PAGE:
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Sunday, 31 October 2010

Tom and Jerry

The original ‘Tom’ and ‘Jerry’ were a smash hit during the reign of George IV. These famous fictional characters were created by sports journalist Pierce Egan (1772-1849). Tom and Jerry’s colourful exploits were celebrated in books, songs and on the stage.

Egan, a Londoner of Irish origin, was a prolific author. Pierce’s first claim to fame was Boxiana (1812), a series on pugilism (prize-fighting). The first monthly instalment of Life in London, priced at one shilling and illustrated by George and Robert Cruikshank, was published by Sherwood, Neely & Jones on 15 July 1821.
You can find out more about Tom and Jerry’s rollicking adventures and the way they took society by storm in my latest feature for Jane Austen's Regency World.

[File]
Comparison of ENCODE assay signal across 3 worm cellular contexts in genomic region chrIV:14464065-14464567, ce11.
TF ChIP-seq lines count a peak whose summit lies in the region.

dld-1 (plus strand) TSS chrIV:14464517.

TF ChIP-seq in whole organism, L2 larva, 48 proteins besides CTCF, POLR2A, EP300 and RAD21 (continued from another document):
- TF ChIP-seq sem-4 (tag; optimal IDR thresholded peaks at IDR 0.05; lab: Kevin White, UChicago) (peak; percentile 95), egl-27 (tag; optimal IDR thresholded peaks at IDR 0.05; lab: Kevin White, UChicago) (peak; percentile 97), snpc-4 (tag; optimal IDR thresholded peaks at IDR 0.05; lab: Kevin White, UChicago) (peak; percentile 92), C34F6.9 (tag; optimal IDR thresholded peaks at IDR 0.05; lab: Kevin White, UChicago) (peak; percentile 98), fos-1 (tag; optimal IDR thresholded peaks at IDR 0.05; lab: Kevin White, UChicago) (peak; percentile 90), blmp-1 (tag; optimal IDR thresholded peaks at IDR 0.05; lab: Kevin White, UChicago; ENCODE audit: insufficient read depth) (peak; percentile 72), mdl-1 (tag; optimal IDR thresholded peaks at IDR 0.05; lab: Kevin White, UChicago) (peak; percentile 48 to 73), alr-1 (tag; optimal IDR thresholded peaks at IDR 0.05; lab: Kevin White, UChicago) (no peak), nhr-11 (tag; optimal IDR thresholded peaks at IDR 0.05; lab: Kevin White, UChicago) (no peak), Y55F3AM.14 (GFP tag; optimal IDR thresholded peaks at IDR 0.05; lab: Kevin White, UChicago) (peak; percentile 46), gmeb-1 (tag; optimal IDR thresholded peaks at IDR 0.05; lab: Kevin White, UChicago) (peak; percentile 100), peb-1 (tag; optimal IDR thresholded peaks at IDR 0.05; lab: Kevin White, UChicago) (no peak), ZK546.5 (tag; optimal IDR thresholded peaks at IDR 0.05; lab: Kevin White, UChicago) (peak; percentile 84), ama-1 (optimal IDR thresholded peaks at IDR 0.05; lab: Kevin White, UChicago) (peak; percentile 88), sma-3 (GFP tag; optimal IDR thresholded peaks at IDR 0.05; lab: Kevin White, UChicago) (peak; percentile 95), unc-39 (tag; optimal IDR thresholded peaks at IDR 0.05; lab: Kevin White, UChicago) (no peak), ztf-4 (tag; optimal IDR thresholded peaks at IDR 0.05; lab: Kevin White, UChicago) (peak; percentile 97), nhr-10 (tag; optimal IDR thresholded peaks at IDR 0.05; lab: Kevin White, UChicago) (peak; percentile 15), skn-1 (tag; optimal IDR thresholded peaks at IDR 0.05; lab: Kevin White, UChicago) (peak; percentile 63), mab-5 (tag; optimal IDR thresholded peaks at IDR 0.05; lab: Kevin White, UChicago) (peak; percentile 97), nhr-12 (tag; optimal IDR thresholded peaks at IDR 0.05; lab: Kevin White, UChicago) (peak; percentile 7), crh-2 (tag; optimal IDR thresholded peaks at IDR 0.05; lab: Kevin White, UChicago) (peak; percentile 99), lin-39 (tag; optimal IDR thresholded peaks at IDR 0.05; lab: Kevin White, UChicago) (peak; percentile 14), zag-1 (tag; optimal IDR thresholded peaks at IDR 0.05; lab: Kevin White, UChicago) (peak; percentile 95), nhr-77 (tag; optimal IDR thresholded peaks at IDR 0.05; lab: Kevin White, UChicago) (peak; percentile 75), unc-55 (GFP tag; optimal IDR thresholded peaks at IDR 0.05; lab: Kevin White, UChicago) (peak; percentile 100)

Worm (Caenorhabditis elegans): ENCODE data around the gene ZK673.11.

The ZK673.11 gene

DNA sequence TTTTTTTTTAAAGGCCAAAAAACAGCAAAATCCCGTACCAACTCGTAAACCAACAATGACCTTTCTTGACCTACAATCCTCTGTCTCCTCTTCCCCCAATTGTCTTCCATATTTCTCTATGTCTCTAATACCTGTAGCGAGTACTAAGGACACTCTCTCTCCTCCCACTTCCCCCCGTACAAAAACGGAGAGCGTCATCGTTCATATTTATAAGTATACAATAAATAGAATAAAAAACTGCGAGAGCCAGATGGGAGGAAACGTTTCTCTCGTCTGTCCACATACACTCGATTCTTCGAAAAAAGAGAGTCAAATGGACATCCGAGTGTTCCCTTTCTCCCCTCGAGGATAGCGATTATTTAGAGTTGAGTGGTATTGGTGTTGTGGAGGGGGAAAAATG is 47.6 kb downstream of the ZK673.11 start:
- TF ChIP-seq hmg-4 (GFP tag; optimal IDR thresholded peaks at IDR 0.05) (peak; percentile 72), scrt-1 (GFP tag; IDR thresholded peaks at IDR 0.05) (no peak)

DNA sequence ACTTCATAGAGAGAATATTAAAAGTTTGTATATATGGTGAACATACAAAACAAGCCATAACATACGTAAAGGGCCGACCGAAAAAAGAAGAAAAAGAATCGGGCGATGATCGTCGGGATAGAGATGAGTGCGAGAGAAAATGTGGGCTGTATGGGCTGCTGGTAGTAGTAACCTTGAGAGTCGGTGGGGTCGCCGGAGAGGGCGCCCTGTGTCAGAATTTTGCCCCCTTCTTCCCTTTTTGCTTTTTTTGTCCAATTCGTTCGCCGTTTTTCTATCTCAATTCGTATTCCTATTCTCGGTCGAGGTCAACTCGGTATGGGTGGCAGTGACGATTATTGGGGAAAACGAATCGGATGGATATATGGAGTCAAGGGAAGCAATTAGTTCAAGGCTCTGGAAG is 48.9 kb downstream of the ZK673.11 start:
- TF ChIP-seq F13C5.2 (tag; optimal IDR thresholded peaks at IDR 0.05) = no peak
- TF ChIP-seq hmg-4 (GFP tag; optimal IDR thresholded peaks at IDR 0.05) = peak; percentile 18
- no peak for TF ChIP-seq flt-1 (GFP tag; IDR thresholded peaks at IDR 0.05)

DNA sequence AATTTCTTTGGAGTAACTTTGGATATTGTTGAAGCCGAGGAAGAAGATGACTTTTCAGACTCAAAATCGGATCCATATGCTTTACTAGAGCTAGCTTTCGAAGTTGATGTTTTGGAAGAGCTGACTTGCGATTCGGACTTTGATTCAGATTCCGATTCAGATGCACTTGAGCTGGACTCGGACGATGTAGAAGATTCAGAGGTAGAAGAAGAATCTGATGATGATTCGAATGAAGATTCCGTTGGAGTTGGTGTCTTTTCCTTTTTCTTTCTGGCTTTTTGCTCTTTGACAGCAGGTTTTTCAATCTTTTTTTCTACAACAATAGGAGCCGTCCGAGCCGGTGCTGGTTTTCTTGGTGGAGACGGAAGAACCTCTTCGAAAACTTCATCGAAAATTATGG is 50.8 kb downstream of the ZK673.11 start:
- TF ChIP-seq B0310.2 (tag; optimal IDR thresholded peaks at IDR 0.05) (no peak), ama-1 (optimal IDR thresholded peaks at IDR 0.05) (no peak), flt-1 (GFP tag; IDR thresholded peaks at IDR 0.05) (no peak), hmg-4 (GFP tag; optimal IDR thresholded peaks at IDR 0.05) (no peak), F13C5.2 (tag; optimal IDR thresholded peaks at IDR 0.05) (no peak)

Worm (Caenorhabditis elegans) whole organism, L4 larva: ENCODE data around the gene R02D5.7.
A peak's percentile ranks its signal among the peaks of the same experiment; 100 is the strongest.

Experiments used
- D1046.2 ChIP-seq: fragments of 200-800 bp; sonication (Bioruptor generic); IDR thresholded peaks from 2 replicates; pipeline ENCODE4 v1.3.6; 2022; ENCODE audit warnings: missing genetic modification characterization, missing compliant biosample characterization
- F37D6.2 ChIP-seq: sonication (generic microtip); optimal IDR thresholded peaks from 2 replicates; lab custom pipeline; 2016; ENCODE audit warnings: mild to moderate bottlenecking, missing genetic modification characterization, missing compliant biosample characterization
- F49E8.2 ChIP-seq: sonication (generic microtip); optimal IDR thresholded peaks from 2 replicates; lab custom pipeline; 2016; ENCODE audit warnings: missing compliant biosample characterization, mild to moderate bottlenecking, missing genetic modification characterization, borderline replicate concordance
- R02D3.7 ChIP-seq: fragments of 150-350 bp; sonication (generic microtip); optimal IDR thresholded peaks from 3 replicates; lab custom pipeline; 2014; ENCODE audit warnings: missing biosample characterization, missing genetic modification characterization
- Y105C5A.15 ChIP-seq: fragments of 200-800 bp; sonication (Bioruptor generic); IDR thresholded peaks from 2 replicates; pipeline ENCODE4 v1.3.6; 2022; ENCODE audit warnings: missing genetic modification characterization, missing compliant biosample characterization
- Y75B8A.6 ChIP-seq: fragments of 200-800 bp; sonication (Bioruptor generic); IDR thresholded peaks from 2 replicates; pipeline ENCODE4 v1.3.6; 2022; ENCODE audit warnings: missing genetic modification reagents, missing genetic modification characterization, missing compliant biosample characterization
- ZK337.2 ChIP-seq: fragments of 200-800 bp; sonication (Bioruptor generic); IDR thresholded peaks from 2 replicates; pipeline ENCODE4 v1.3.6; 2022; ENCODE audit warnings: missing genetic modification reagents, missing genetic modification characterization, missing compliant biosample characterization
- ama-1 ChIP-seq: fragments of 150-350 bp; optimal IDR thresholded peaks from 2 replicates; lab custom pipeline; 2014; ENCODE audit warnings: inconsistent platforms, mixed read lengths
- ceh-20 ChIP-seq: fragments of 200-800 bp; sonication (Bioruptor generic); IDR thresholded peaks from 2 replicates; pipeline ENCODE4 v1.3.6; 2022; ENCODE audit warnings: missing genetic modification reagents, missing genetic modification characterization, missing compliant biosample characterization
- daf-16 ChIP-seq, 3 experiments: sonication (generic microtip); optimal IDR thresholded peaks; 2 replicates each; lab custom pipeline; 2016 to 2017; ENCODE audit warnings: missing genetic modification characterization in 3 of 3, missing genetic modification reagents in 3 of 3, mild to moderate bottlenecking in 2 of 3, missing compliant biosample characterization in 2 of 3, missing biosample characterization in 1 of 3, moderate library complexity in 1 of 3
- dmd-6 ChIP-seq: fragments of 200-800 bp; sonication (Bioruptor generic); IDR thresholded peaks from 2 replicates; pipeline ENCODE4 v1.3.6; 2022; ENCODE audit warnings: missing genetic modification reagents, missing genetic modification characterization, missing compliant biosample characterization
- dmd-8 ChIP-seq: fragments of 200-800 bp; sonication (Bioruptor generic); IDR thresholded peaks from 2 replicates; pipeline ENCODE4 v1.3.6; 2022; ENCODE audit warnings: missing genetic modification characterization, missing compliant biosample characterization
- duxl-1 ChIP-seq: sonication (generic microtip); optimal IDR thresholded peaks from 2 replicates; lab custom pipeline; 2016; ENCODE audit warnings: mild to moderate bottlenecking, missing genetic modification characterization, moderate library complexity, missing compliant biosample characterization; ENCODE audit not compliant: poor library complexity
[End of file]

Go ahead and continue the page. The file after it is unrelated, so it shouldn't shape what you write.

Images: Engravings by George and Robert Cruikshank from author’s copy of the 1869 reprint of Life in London, Pierce Egan, (John Camden Hotten, Piccadilly, 1869.
1. Tom and Jerry pay a shilling to see the exhibition at the Royal Academy. Jane Austen went to picture exhibitions at Spring Gardens and Pall Mall in 1813.
2. Peep O’ Day Boys. A Street Row. The author losing his ‘reader’ (pocket-book), Tom and Jerry showing fight and Logic floored. Pierce Egan is the figure under attack on the left having his pocket picked.


Jane Odiwe said...

I enjoyed your article in the magazine very much, Sue!

Sue Wilkes said...

Thanks again, Jane! It was great fun writing and researching it!